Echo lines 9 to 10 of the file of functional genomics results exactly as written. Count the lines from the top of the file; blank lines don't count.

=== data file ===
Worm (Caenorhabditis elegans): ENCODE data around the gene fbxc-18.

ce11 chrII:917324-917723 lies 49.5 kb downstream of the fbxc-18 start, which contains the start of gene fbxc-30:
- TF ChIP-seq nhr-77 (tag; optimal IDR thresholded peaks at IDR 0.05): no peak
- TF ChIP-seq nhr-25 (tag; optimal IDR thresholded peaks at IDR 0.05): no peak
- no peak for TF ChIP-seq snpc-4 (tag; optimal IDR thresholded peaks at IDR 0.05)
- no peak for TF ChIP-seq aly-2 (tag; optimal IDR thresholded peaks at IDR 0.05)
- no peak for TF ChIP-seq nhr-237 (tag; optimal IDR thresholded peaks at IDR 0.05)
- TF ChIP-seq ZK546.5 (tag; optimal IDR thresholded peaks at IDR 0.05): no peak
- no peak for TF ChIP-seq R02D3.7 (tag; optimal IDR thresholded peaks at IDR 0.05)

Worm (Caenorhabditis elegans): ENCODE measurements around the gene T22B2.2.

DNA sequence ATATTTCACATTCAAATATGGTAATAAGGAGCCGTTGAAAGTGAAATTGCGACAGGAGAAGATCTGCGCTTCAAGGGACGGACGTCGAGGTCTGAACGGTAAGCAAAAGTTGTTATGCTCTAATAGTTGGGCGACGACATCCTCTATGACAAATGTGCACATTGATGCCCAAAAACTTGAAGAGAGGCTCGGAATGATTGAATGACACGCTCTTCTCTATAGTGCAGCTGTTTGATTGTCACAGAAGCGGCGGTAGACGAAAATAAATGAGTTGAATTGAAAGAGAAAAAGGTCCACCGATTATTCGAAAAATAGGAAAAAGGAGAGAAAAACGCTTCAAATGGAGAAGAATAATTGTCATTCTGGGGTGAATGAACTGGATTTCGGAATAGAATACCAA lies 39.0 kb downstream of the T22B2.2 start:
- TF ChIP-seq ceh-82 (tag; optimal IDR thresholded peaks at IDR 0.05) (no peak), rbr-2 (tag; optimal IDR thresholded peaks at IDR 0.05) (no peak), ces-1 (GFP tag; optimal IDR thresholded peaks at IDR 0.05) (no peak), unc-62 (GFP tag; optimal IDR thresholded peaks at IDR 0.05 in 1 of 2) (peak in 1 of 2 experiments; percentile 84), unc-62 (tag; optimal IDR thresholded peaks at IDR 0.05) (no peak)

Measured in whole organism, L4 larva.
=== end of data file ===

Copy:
- no peak for TF ChIP-seq R02D3.7 (tag; optimal IDR thresholded peaks at IDR 0.05)

Worm (Caenorhabditis elegans): ENCODE measurements around the gene T22B2.2.